7 June 2016

Another failed attempt by the Wohlleben defense – further testimony by secret service informer Tino Brandt

The court only heard one witness today, former “Thuringia Homeguard” leader and secret service informer Tino Brandt. Brandt had already testified over several days in 2014 (see the reports of 15 July 2014, 16 July 2014, 23 September 2014 and 24 September 2014). He was recalled as witness upon a motion by the Wohlleben defense in order to testify on where the money for the murder weapon Ceska had come from.

The defense is trying to raise doubts concerning the statement by accused Carsten Schultze that he had received that money from Ralf Wohlleben. How exactly it hoped to achieve this through the testimony of Brandt, who is everything but believable, is unclear. And in fact his testimony did not reveal anything relevant:

Brandt admitted – once more – that he had received large sums of money from the secret service in Thuringia and funnelled it into the Nazi scene, some of that money had surely also ended up with Carsten Schultze and his “youth group” – the “Young National Democrats”, the youth organization of the Nazi party NPD. He claimed, however, that neither he or people surrounding him had ever had anything to do with guns.

Brandt’s testimony therefore again raised no reason to doubt Schultze’s statement that it was Wohlleben who had bought the weapon together with him and provided the money – not from his own finances, but from money given by others for the support of Zschäpe, Mundlos and Böhnhardt.

At the end of the trial day, the federal prosecution commented on the motions and motions for reconsideration brought by victims’ counsel last week (see the report of 2 June 2016), defending the court’s original decisions. Prosecutor Dr. Diemer used the opportunity to attack victims’ counsel, charging that the terminology used by them was inappropriate “among members of the bar”. He again charged that “some” victims’ counsel were trying to force the Munich court to clear up all the facts surrounding the NSU. Accusing the court of refusing to clear up relevant facts was inappropriate and “legally speaking, total nonsense“, Diemer continued.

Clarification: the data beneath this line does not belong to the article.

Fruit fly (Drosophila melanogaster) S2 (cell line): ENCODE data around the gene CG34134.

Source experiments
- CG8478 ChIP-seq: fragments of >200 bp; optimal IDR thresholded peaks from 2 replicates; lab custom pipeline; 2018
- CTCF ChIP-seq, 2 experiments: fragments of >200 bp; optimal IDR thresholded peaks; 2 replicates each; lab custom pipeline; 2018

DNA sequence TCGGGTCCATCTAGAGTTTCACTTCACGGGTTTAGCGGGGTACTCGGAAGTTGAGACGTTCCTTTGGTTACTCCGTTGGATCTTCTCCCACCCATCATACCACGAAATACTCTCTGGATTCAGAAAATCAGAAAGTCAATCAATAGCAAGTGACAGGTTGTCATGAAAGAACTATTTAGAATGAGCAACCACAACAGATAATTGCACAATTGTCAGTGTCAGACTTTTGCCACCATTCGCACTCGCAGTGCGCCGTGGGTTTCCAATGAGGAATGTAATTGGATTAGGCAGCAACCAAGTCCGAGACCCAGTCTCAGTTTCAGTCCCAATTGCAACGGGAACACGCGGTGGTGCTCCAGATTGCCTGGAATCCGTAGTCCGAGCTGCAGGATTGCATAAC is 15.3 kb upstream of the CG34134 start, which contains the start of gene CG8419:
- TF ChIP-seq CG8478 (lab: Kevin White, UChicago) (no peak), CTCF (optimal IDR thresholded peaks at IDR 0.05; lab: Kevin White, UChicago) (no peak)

Sebastian Scharmer responded on behalf of victims‘ counsel and stated clearly that it was precisely the acts and omissions of the federal prosecution, in particular its early decision to present the NSU as an isolated group of three individuals, which it still defends today, but also their secretiveness concerning others accused of supporting the group and concerning informers in their surroundings, which force the victims and their counsel to use every possible chance to request further elucidation. For the victims, it is wholly unacceptable that there is to be no further discussion of the fact that secret service informer Temme was at the crime scene in Kassel, that nothing further is to be done about reports that Zschäpe, Böhnhardt and Mundlos were in contact with an informer, who may also have rented a car used for one of the NSU’s murders, over a period of years, that attempts of the secret service to destroy evidence in the form of informer case files are to be simply accepted. All these issues belong in the Munich trial since all these issues are closely linked to the acts of which Zschäpe, Böhnhardt, Mundlos und the other supporters on trial in Munich are accused.